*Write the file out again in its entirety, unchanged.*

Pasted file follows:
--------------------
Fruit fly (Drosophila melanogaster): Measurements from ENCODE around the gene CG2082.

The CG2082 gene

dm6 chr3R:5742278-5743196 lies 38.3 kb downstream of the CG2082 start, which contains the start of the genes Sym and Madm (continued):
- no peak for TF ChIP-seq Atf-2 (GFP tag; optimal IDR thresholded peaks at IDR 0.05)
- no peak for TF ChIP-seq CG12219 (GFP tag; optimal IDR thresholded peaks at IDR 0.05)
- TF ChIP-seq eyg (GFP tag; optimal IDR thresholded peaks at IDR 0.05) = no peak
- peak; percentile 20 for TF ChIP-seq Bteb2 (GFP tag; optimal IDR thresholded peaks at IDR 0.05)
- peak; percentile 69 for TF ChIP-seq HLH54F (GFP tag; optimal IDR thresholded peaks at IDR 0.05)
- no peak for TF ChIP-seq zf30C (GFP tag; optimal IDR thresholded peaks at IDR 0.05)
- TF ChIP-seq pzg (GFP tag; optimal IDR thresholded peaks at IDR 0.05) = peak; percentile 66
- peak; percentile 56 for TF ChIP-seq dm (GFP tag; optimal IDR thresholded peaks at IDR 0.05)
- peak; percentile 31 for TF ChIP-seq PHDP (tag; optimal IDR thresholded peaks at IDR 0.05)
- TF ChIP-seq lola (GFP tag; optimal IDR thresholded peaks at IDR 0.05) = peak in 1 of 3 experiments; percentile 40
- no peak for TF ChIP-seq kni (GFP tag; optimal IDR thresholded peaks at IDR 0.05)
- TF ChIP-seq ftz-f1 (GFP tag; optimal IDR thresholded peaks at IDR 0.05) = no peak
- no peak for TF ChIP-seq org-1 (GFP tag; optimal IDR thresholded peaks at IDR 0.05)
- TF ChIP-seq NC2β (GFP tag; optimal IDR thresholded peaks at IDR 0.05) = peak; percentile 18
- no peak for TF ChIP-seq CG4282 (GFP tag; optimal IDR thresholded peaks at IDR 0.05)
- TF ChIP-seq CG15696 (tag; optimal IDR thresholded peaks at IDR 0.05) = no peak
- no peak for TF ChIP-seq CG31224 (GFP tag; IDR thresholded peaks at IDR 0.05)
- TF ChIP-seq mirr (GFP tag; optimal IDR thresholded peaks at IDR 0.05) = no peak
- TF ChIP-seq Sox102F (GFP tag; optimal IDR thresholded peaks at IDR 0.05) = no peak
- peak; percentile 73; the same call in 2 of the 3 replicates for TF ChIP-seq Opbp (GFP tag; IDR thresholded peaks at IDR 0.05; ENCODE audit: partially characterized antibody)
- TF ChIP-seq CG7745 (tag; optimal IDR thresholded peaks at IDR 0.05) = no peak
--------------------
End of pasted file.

Fruit fly (Drosophila melanogaster): Measurements from ENCODE around the gene CG2082.

The CG2082 gene

dm6 chr3R:5742278-5743196 lies 38.3 kb downstream of the CG2082 start, which contains the start of the genes Sym and Madm (continued):
- no peak for TF ChIP-seq Atf-2 (GFP tag; optimal IDR thresholded peaks at IDR 0.05)
- no peak for TF ChIP-seq CG12219 (GFP tag; optimal IDR thresholded peaks at IDR 0.05)
- TF ChIP-seq eyg (GFP tag; optimal IDR thresholded peaks at IDR 0.05) = no peak
- peak; percentile 20 for TF ChIP-seq Bteb2 (GFP tag; optimal IDR thresholded peaks at IDR 0.05)
- peak; percentile 69 for TF ChIP-seq HLH54F (GFP tag; optimal IDR thresholded peaks at IDR 0.05)
- no peak for TF ChIP-seq zf30C (GFP tag; optimal IDR thresholded peaks at IDR 0.05)
- TF ChIP-seq pzg (GFP tag; optimal IDR thresholded peaks at IDR 0.05) = peak; percentile 66
- peak; percentile 56 for TF ChIP-seq dm (GFP tag; optimal IDR thresholded peaks at IDR 0.05)
- peak; percentile 31 for TF ChIP-seq PHDP (tag; optimal IDR thresholded peaks at IDR 0.05)
- TF ChIP-seq lola (GFP tag; optimal IDR thresholded peaks at IDR 0.05) = peak in 1 of 3 experiments; percentile 40
- no peak for TF ChIP-seq kni (GFP tag; optimal IDR thresholded peaks at IDR 0.05)
- TF ChIP-seq ftz-f1 (GFP tag; optimal IDR thresholded peaks at IDR 0.05) = no peak
- no peak for TF ChIP-seq org-1 (GFP tag; optimal IDR thresholded peaks at IDR 0.05)
- TF ChIP-seq NC2β (GFP tag; optimal IDR thresholded peaks at IDR 0.05) = peak; percentile 18
- no peak for TF ChIP-seq CG4282 (GFP tag; optimal IDR thresholded peaks at IDR 0.05)
- TF ChIP-seq CG15696 (tag; optimal IDR thresholded peaks at IDR 0.05) = no peak
- no peak for TF ChIP-seq CG31224 (GFP tag; IDR thresholded peaks at IDR 0.05)
- TF ChIP-seq mirr (GFP tag; optimal IDR thresholded peaks at IDR 0.05) = no peak
- TF ChIP-seq Sox102F (GFP tag; optimal IDR thresholded peaks at IDR 0.05) = no peak
- peak; percentile 73; the same call in 2 of the 3 replicates for TF ChIP-seq Opbp (GFP tag; IDR thresholded peaks at IDR 0.05; ENCODE audit: partially characterized antibody)
- TF ChIP-seq CG7745 (tag; optimal IDR thresholded peaks at IDR 0.05) = no peak